Appleton's Cyclopedia of American Biography, edited by James
Grant Wilson, John Fiske and Stanley L. Klos. Six volumes, New York: D. Appleton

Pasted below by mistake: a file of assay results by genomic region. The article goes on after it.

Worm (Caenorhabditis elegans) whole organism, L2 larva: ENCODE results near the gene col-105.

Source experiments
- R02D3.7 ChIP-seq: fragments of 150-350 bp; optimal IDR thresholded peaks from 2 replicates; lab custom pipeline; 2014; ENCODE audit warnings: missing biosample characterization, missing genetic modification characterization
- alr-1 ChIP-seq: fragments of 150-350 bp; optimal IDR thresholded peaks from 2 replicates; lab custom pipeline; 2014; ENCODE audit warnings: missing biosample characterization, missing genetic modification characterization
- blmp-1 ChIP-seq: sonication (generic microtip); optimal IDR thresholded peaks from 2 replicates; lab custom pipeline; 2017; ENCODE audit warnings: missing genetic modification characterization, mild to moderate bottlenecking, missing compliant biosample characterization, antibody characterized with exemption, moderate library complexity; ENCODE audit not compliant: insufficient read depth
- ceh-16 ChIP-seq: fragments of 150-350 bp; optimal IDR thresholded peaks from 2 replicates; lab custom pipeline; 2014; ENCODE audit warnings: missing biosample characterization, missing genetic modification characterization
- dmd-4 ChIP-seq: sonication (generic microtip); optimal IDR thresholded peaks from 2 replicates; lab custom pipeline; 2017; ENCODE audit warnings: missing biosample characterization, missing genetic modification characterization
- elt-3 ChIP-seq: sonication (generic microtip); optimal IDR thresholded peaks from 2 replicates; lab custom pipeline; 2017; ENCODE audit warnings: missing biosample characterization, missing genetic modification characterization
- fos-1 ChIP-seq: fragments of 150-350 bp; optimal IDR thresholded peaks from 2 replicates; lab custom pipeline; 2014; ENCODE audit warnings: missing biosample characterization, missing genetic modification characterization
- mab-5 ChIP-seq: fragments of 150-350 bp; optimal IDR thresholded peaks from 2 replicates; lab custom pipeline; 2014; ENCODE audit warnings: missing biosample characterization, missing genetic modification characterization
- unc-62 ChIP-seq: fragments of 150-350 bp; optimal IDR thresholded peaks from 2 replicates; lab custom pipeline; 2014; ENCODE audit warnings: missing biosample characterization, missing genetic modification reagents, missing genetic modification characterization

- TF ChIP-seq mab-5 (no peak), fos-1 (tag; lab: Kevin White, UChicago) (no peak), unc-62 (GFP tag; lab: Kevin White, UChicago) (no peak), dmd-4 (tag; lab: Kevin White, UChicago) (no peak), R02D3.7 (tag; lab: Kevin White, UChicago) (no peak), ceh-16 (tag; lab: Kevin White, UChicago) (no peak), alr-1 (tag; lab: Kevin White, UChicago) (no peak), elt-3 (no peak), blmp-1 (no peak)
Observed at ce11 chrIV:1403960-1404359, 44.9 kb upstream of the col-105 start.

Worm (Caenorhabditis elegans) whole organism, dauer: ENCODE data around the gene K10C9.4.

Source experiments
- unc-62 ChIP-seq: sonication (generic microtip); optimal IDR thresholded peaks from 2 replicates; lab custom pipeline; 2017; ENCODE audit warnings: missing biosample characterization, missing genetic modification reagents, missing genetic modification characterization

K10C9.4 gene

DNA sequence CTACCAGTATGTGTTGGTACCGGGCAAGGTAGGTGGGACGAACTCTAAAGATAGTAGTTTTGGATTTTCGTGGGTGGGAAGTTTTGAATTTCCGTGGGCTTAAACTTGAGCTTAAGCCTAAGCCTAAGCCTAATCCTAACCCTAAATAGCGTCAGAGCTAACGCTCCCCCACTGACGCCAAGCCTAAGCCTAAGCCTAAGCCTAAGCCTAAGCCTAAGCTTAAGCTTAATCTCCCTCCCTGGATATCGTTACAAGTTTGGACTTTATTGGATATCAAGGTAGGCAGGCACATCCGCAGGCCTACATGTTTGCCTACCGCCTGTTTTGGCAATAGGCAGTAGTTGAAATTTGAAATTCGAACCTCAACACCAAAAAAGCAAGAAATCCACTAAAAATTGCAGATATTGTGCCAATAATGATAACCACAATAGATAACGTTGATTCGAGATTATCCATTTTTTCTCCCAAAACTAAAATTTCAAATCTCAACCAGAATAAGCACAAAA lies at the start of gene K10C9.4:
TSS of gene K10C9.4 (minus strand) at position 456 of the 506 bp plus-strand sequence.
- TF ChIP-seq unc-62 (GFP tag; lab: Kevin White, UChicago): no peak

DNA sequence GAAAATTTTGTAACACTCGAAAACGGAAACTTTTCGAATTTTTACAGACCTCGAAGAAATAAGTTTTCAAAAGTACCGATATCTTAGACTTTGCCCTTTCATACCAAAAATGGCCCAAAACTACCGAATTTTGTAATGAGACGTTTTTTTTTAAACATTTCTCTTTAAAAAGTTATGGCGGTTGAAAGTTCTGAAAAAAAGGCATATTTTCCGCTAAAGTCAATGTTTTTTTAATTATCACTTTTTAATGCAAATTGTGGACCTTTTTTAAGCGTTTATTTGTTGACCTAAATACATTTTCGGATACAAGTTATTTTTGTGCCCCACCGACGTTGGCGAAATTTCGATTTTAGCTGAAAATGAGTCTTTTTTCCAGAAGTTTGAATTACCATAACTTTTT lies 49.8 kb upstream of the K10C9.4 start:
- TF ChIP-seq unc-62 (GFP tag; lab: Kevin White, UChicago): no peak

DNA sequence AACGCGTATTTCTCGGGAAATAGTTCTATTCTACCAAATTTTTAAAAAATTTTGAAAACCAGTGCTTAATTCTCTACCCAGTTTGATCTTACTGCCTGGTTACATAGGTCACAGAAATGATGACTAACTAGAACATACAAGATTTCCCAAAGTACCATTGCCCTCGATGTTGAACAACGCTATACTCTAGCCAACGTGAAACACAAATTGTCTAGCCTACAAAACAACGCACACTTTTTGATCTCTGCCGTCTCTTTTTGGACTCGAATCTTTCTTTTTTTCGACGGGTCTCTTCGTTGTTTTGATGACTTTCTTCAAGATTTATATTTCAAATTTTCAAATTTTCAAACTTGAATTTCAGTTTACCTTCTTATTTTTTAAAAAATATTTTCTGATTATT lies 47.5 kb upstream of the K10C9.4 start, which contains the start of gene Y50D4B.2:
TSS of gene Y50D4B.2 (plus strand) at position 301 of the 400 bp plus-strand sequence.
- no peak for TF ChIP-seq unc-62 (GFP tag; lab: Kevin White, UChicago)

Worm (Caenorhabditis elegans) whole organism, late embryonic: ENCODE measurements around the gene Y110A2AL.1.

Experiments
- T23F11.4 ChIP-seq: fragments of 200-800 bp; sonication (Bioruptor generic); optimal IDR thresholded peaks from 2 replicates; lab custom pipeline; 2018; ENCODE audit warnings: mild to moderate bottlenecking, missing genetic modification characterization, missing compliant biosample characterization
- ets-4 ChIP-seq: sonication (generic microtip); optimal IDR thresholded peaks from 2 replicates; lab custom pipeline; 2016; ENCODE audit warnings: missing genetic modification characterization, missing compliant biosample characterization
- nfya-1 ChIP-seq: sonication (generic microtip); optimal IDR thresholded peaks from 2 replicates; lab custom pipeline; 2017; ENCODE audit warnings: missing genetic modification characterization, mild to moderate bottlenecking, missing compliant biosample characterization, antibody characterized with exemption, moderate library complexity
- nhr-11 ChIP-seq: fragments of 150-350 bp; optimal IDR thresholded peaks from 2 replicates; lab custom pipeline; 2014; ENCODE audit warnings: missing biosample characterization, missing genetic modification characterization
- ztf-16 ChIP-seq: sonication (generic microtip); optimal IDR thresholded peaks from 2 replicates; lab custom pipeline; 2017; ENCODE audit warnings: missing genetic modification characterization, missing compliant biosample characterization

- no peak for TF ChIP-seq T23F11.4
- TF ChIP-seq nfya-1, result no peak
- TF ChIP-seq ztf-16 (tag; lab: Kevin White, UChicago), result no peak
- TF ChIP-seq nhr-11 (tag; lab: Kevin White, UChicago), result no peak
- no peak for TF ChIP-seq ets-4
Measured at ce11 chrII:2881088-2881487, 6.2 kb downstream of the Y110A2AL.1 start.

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HARRINGTON, Timothy, clergyman, born in Waltham, Massachusetts, in 1715; died in Lancaster, Worcester County, Massachusetts, 18 December, 1795. He was graduated at Harvard in 1737, studied theology, and settled in 1741 as pastor of a Congregational church in Lower Ashuelot, now Swanzey, New Hampshire, whence he was driven by the Indians in 1747. The following year he was called to the church at Lancaster, where he remained until his death. It is related of him that having been in the habit, before the Revolutionary war, of praying in his pulpit for the health of "our excellent King George," he so far forgot himself on one occasion, after the Declaration of Independence, as to lapse into the old form, but immediately added, "0 Lord ! I mean George Washington." He was one of the most pure and gentle-hearted among New England pastors, a scholar of remarkable attainments, and possessed of warm affections. He was accused of being a loyalist, and was undoubtedly opposed to the Whigs, being of opinion that separation would ruin the colonies. In 1777 a list of proscribed persons was posted up in town-meeting, to which his name had been added on motion of some one who disliked him. He thereupon arose, "his hairs touched with silver, and his benignant features kindling into a glow of honest indignation," and, baring his bosom before his people, exclaimed, "Strike, strike here with your daggers! I am a true friend to my country."
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